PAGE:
Vaccine doses purchased with U.S. taxpayer dollars will be given to the American people for free. Vaccine providers are allowed to charge an administration fee for giving the shot to someone. This fee will be paid by your insurance provider or Medicare. If you do not have health insurance, the vaccination is free.

When can I get vaccinated?
The state has been vaccinating Nebraskans based on prioritization because of either their risk of dying from Coronavirus like those in nursing homes and the elderly, or because of their risk of exposure, like healthcare providers. As of April 5th, Governor Ricketts announced Wednesday that health districts in the State can open up eligibility to anyone 16 or older.  Check here for the latest Nebraska information.  Health districts and local health departments may be prioritizing other age groups, such as adults 50 and older. For more information about eligibility in your county, visit your local health department website.

Lancaster County  As of April 15, 2021, all residents age 16 and older can register for vaccinations.  Check for the latest Lincoln/Lancaster County information.   An online COVID-19 vaccine registration form for Lancaster County residents is available at COVID19.lincoln.ne.gov.  Those who do not have online access or who need assistance may call LLCHD’s COVID-19 hotline at 402-441-8006 from 8 a.m. to 4:30 p.m. weekdays to register.  As vaccine doses become available, those who are registered will be given an appointment to be vaccinated. Appointments for vaccinations are dependent on vaccine supply and are not related to the order in which people register. 

In Lincoln, vaccines are also available by appointment or walk-in, at HyVee, WalMart, Sam's Club, Costco, and CVS pharmacies. Vaccines are available at Rely Care pharmacies with appointment.  As of March 29th, pharmacies participating in the Federal Retail Pharmacy Program will still vaccinate people in the current priority phase while also offering doses to anyone 18 and older.  Nebraskans can visit any available pharmacy regardless of jurisdiction.  The pharmacies are:

  • Wells Drug at 113 S. 4th St. in Albion
  • Alliance Community Pharmacy at 2409 Box Butte Ave. in Alliance
  • Ashland Pharmacy Inc. at 1401 Silver St. in Ashland
  • Clabaugh Pharmacy at 501 Court St. in Beatrice
  • Walmart at 1882 Holly St. in Blair
  • Walmart at 510 Linden St. in Chadron
  • Walmart at 818 E. 23rd St. in Columbus
  • Walmart at 1800 E. 29th St. in Crete
  • Emerson Apothecary at 1003 S. Main St. Ste 2 in Emerson
  • Walmart at 2831 Highway 15 in Fairbury
  • Walmart at 3010 E. 23rd St. in Fremont
  • Weaver Pharmacy at 1014 G St. in Geneva

Where can I be tested for COVID 19?
Drive-through testing is available from:

  • CHI Health St. Elizabeth: Autumn Ridge Family Medicine, 5000 North 26th St. and Southwest Family Health, 1240 Aries Drive.  Call either site to schedule an appointment: Autumn Ridge, 402-435-5300 and South West Family, 402-420-1300.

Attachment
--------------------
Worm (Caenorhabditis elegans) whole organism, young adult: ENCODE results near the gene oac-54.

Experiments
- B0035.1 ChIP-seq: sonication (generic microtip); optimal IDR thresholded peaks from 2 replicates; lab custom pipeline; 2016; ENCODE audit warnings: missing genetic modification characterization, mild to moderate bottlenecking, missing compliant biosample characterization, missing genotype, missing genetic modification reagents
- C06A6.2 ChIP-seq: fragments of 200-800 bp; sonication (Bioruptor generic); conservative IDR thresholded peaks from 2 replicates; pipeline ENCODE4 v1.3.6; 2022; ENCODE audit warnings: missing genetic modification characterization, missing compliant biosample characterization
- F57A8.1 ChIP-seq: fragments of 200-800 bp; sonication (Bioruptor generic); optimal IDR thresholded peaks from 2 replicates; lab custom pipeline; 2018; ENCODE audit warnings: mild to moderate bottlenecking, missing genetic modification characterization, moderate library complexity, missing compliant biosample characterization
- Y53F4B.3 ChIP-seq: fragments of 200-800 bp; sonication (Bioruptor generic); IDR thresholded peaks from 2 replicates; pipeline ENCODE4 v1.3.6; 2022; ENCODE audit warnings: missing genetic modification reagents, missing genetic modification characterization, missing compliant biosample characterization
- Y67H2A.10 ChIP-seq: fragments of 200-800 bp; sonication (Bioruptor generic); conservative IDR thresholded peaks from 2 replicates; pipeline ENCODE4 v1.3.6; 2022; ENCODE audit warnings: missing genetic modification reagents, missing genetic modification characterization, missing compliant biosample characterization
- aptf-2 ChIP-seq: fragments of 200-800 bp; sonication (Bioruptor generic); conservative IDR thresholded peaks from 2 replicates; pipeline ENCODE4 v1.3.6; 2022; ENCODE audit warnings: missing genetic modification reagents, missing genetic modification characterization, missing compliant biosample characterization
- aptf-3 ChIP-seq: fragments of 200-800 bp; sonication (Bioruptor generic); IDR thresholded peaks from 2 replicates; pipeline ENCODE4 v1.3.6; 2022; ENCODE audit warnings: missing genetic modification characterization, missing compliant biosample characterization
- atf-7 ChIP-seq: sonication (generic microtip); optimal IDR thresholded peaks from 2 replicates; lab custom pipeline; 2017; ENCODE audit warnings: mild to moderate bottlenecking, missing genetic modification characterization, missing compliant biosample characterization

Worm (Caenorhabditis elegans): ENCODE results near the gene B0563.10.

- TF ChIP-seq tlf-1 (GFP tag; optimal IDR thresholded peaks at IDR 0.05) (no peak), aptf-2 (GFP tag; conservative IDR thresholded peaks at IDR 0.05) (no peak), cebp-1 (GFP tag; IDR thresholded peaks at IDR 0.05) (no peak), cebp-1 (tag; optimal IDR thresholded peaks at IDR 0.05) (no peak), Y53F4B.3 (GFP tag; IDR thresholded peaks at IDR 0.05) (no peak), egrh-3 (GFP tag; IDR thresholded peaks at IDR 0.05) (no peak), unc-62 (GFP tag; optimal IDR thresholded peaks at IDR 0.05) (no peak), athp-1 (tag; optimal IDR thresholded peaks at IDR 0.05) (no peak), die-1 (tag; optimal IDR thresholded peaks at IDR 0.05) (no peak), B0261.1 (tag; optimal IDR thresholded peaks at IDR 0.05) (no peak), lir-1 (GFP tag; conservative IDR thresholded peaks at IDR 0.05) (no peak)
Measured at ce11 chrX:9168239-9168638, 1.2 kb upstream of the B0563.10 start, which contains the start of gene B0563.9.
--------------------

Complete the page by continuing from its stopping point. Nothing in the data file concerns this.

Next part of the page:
• Test Nebraska: Gateway Mall, 6100 “O” St., north parking lot of the former Sears store.  Tests are conducted from 8 a.m. to noon and 1 to 6 p.m. Monday through Saturday. For more information, call 402-207-9377

Testing is also available without an appointment at the three Bryan Urgent Care locations, 7501 S. 27th St., 5901 N. 27th St. and 4333 S. 86th St. To check wait times, call 402-481-6343.

Do we have to continue health measures like wearing masks, social distancing, hand sanitizing, and avoiding crowded and confined spaces after being vaccinated?  
Yes.  Although the current vaccines are 94-95% effective, they are not 100% effective and full immunity is not present until several weeks after the 2nd shot.  Until community spread drops to very low levels, people will need to wear masks when they are around people outside of their household.  A similar approach for influenza this year (combination of masks plus vaccination) has almost completely eliminated the spread of influenza this year. So once we have a sufficient number of people vaccinated against COVID we should be able to return to our lives.

Are we required to get the vaccine?
No, but it is our best chance at returning to our lives by keeping ourselves, our loved ones, our community, and our economy safe and healthy.  However, employers may require employees to get vaccinated, similar to how many healthcare facilities may require their employees to be vaccinated for Hepatitis B or Influenza.

When might we expect to go “back to normal”?
Once we achieve "herd immunity" (meaning over 80% of our population is vaccinated) and community spread drops to very low levels, then we will be able to get back to our lives in a "new normal".